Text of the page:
Seahawks show Cardinals what a Super Bowl team looks like, 35-6

Super Bowl will be in Arizona's home stadium, but Seattle looks far more likely to get there in 35-6 blowout

The Phoenix area is already preparing for February's Super Bowl, with tickers all over town counting down the days to the NFL's championship game.

But if the Arizona Cardinals hope to be there when the tickers hit zero, they have a lot of work to do. In getting blitzed by the Seattle Seahawks, 35-6, on Sunday night, the Cardinals not only lost a game, they probably lost the NFC West title and home-field advantage in the postseason as well.

Seattle and Arizona both go into the final week of the regular season with 11-4 records and have clinched postseason berths, but because the Seahawks hold the tiebreaker, the only way the Cardinals can avoid starting the playoffs on the road is to win in San Francisco next Sunday while Seattle loses at home to St. Louis.

That's not a likely scenario.

"Obviously not the outcome we were looking for," Arizona Coach Bruce Arians said after his team's first home loss this season, and most one-sided defeat since 2012.

"We still play next week and we'll find out if we'll be the division champion. If not we'll be a wild-card team and travel East. It's not the end of the world for us. Our goal still hasn't changed."

But while the Cardinals are suddenly scuffling — they haven't scored a touchdown in two weeks, and they allowed Seattle to set a franchise record with 596 yards in total offense — the Seahawks are peaking at just the right time.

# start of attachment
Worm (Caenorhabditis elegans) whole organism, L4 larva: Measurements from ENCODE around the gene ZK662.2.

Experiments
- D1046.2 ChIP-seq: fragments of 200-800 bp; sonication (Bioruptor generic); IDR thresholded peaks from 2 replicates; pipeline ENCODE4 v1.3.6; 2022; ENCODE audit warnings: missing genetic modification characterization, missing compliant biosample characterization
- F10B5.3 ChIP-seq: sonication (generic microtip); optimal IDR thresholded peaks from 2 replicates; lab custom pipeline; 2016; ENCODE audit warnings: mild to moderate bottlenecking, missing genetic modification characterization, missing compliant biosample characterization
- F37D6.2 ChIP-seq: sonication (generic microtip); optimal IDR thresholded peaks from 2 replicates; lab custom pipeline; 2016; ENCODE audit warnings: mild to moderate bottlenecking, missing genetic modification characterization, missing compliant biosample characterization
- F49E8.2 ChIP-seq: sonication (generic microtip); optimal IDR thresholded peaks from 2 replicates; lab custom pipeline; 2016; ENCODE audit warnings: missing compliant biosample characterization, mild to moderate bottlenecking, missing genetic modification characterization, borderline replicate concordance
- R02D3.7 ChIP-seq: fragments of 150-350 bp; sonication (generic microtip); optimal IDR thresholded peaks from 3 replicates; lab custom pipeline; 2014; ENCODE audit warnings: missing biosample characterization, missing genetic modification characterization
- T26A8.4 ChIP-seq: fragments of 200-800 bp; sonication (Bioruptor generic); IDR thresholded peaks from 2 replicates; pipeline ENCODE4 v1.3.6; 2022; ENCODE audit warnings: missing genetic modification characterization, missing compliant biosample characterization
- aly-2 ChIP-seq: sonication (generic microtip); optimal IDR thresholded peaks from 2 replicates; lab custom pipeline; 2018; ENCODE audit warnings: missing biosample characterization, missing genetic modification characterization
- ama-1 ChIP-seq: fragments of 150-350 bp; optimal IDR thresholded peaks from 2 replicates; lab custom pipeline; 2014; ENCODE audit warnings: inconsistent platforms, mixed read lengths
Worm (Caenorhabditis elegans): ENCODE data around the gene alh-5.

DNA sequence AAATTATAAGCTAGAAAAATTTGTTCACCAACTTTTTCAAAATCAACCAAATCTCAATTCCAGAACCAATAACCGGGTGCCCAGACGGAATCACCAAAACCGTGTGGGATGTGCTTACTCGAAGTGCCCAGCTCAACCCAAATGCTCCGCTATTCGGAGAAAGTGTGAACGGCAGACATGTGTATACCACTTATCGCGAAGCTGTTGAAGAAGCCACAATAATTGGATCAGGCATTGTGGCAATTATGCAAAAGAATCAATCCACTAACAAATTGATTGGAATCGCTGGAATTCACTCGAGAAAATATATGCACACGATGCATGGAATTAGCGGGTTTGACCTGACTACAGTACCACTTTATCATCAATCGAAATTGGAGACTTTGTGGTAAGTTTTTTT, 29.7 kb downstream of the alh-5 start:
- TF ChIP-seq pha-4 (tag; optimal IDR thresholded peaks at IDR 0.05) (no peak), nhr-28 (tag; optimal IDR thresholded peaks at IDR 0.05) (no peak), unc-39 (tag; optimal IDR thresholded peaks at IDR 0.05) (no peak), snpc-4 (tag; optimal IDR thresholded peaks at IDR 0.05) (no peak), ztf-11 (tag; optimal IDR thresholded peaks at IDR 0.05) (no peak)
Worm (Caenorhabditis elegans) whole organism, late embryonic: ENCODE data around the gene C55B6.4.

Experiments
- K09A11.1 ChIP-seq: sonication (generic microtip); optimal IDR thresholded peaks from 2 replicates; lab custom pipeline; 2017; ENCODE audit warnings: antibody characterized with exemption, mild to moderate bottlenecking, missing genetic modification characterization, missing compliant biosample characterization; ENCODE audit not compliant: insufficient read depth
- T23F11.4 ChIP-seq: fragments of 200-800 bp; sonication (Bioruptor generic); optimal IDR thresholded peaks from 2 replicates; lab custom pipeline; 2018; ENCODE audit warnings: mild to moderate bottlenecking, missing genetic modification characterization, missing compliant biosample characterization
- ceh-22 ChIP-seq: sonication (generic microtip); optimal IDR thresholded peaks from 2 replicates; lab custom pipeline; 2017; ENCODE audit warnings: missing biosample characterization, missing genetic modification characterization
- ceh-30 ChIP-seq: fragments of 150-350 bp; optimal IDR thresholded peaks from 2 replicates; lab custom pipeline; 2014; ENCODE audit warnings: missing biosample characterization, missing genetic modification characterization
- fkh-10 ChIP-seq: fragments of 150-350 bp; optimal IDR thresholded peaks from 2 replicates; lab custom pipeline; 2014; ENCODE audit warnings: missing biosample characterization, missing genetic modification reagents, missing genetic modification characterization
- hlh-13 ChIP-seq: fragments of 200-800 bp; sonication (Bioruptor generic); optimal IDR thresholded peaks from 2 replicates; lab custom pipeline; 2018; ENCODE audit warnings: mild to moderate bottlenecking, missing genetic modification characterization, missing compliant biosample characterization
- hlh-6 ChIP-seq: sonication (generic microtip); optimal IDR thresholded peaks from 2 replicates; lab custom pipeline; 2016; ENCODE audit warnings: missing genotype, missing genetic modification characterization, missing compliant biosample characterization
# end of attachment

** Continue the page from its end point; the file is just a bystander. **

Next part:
"I don't even know where to begin," a giddy Coach Pete Carroll said. "Personally I couldn't have had more fun. I had a blast.

"We're doing things the way we want."

The defending Super Bowl champions have won eight of their last nine, and they've done it in convincing fashion, with their league-leading defense allowing only three touchdowns in the last five games.

Sunday they limited the Cardinals to 29 yards rushing and forced them to punt nine times in 13 possessions. And on offense tight end Luke Willson caught two touchdowns passes (including an 80-yarder), Marshawn Lynch carried the ball 10 times for 113 yards and two touchdowns (including a 79-yarder) and quarterback Russell Wilson threw for a season-high 339 yards and ran for 88, the last a five-yard scoring scramble.

Lynch did all of his work in three quarters, after sitting out the first quarter with what the team said was an upset stomach.

Nothing worked for the Cardinals, who were limited to a pair of Chandler Catanzaro field goals, from 27 yards in the second quarter and 32 yards in the final minute of the third.

Quarterback Ryan Lindley, who was on the San Diego Chargers' practice squad last month, struggled in his first start since 2012, completing 18 of 44 passes for an offense that saw nine drives end in fewer than six plays.

So afterward the talk in the Arizona locker room was about moving on and getting ready for the playoffs, which are now likely to include a lot of unwelcome travel.

"You have to wipe it away. Can't hang our heads," running back Stepfan Taylor said. "We still have football left. That's the best thing about this. We're not out of anything."

Twitter: @kbaxter11

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